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Lever’aging: Insight innovative solutions for a WellCare global strategy

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In our society driven by self-exposure, social media, and the thirst for social distinction, appearance is of primary concern to each of us. It is reflected through the largest organ in our body: the skin. As the first interface with the outside world, it has in addition to its functional role, a social role which will determine our interactions with others.

Ineluctably, skin doesn’t escape aging and it’s at its level that it will take on the most visible aspect. Moreover, today's society is living longer, and this considerable increase of life expectancy upsets the age pyramid. As reflected by the neologisms pro-aging, slow-aging, or well-aging, the current trend is towards self-acceptance, its age and the respect for one's body, the famous body-positivism. However, if women, but also men, are gradually freeing themselves from the obsession with wrinkles and prioritizing their well-being and that of their skin, we all seek to keep healthy, glowing skin and to delay the signs of aging.

Thus, at the frontier of tissue developmental and aging biology, deciphering the cellular and molecular processes of skin evolution through aging is thus an active scientific domain. Indeed, anti-aging remains one of the most promising claims of the cosmetics market. We will focus on dermis characteristics at different stages of life, as well as alterations that occur during chrono-aging.

Dermis organization from birth to adulthood

The dermis forms the middle layer of the skin. It is defined as a dense fibrous connective tissue, much thicker than the epidermis, vascularized, and innervated. Following the pivotal event of birth, the skin will continue to evolve both in terms of tissue organization and at a molecular level. During the early stages of embryogenesis, the dermis is mainly made up of cells. Then, the matrix becomes the most abundant component, and the dermis develops in two anatomical zones, on the surface the papillary dermis and more deeply the reticular dermis. In addition to the role of intrinsic physiological mechanisms, this evolution can be impacted by exposure to exogenous stress factors, such as UV irradiation, pollution, and tobacco.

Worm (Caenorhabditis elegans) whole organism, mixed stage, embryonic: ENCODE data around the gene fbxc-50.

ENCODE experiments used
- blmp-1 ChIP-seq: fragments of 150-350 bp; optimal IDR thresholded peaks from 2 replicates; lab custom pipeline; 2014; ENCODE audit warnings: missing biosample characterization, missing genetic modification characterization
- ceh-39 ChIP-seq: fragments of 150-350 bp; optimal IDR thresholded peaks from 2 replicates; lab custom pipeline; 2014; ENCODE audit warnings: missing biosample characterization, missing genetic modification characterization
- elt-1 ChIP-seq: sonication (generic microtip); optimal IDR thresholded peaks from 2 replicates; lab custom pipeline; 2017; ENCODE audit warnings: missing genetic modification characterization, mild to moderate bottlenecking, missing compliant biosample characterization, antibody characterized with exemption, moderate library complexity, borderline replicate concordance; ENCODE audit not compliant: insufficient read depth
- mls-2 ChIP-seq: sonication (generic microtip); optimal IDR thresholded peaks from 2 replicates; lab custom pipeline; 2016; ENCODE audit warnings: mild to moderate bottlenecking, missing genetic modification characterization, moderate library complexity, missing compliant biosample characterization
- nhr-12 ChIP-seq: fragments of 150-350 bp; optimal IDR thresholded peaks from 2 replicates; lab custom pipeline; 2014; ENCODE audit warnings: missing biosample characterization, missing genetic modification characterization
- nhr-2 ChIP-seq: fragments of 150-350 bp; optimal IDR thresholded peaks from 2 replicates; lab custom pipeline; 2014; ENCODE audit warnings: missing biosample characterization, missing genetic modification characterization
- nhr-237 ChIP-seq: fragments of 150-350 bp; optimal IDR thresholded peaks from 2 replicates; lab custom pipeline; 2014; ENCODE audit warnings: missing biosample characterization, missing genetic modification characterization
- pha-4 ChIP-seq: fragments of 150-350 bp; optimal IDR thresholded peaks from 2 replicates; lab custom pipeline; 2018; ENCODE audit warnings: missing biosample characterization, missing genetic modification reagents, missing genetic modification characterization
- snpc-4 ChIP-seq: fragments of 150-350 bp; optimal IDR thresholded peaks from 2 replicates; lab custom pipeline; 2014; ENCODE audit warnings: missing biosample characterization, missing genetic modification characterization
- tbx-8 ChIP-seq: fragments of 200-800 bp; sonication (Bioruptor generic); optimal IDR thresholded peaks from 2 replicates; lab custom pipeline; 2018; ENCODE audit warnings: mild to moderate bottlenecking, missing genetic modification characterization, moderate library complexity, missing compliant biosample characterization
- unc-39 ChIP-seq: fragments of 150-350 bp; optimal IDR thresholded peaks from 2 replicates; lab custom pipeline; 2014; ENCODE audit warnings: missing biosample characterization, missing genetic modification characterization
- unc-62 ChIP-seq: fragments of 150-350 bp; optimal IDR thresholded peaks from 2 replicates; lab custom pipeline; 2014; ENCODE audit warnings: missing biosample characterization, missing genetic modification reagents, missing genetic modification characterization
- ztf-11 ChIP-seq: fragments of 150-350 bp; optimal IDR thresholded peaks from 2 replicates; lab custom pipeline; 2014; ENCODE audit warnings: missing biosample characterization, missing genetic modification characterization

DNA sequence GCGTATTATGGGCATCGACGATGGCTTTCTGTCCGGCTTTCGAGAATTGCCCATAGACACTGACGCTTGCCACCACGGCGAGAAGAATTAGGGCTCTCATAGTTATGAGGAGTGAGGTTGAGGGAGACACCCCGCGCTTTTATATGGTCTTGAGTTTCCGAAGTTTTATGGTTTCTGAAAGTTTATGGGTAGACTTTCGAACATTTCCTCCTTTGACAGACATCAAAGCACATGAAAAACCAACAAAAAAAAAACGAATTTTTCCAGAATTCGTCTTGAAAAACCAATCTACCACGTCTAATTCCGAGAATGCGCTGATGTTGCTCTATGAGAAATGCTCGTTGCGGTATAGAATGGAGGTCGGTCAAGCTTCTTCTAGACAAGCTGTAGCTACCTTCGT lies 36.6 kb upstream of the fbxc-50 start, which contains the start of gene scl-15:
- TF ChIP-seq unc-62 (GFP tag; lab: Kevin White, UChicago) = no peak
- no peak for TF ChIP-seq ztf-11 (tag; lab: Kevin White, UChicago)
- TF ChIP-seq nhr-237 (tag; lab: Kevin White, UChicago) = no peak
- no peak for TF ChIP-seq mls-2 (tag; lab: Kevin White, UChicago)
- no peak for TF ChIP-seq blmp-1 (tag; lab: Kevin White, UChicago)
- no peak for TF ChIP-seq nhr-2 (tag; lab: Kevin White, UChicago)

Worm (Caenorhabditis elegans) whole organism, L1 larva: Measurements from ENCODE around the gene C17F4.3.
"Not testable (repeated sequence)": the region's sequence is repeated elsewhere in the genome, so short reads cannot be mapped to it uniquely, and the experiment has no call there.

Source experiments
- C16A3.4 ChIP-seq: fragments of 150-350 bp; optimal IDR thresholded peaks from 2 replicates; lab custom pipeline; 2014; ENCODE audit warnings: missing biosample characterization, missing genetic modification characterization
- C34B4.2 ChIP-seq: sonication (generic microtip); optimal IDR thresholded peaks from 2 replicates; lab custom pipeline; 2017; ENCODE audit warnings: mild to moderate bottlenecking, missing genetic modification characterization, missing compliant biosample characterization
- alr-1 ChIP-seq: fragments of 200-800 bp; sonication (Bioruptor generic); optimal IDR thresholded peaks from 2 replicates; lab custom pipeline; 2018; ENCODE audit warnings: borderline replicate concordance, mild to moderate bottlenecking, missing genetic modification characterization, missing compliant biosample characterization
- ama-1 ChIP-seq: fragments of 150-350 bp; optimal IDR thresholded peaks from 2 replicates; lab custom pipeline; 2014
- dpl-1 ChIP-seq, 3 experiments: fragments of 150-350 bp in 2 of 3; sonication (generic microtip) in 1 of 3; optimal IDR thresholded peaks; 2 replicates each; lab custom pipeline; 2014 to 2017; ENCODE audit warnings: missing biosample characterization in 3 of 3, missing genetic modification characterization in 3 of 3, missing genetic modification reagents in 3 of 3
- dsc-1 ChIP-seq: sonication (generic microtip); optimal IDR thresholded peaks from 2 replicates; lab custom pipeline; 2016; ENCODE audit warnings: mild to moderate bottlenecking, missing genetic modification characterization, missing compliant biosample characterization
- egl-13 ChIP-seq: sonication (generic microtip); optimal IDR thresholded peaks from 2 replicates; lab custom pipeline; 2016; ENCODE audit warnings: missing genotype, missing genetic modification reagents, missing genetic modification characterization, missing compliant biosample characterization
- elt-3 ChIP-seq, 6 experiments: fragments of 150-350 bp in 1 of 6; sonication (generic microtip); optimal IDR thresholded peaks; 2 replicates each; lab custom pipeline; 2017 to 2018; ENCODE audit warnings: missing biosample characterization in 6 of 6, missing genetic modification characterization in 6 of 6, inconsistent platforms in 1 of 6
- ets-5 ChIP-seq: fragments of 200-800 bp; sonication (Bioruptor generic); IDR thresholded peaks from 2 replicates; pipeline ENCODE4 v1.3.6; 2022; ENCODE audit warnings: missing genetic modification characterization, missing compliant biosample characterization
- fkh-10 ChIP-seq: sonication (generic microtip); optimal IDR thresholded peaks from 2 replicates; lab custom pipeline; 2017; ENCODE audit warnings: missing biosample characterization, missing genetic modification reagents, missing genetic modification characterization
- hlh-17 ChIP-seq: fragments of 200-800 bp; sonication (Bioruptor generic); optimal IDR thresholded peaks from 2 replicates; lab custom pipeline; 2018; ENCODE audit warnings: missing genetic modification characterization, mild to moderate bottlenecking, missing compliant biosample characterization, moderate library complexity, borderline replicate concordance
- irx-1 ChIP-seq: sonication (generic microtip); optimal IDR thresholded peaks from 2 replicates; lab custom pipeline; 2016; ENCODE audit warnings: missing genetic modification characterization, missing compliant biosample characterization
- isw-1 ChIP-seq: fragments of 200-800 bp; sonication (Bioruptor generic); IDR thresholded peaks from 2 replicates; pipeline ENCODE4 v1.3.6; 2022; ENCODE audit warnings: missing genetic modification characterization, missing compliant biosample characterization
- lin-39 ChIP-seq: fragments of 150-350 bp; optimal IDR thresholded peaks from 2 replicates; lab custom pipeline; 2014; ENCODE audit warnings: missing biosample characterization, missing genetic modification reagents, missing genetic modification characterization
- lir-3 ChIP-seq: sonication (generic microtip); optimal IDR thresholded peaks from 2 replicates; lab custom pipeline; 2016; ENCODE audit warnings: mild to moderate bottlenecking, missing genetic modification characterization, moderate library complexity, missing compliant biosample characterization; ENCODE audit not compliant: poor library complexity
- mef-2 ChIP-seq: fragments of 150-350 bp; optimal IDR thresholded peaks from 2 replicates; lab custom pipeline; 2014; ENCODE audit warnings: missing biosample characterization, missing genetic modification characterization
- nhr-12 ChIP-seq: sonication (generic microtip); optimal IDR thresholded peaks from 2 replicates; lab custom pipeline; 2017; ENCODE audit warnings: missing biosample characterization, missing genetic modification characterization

Fibroblasts are the main players in skin morphogenesis, they are involved in the synthesis of extracellular matrix (ECM) components but also in their arrangement by producing the enzymes necessary for their assembly or their degradation. In adult skin, the ECM includes:

1. the collagen network as a major constituent representing 70–80% of the dry weight of the skin. Within this structure, different glycoproteins allow the assembly of collagens into thick fibers giving the dermis strength and thickness (Kadler and al., 2008)​,

2. elastic fibers made up of elastin which are stretchable,

3. an amorphous substance composed of glycoproteins (fibronectin), proteoglycans (versican, decorin), and glycosaminoglycans (hyaluronic acid, chondroitin sulfate), with high hydrophilic power and facilitating the passage of nutrients and other small chemical molecules through the dermis to the epidermis.

Water is also a functionally important component, because its interactions with glycosaminoglycans generate significant osmotic swelling, which promotes water retention and dermal suppleness.

Focus on aging

During aging, fibroblasts also gradually plunge into a state of senescence causing both a decrease and deregulation of fibrillar synthesis (Naylor, Watson and Sheratt 2011​). This greatly impacts the dermis composition and thickness: collagens and elastic fibers appear thinner and sparse, the amorphous substance is reduced and the ECM degradation takes place by an increase of the MMPs activity (matrix metalloproteases). This is usually coupled with a state of chronic inflammation and the release of cytokines (Wong et al. 2007​). Over time, fibroblasts also lose their contractile capacity reducing tissue repair.

In addition, endocrine functions change with age and are closely linked to skin aging. Menopause leads to estrogen deficiency resulting in thinner, drier skin with lower collagen content and reduced elasticity.

Physiological consequences

Even if many inter-individual factors come into play during skin aging, it is possible to classify the visible changes according to age:

-          30 years old: appearance of expression lines,

-          40 years: wrinkles are marked on the forehead and the glabellar region. The skin becomes rougher and dehydrated. The onset of ptosis is observed: the lower part of the face gradually sags and the volumes change.

-          50 years old: crow's feet wrinkles appear more pronounced; the eyes become "wrinkled". The ptosis intensifies, the skin thins and loses elasticity and firmness.

A holistic approach of aging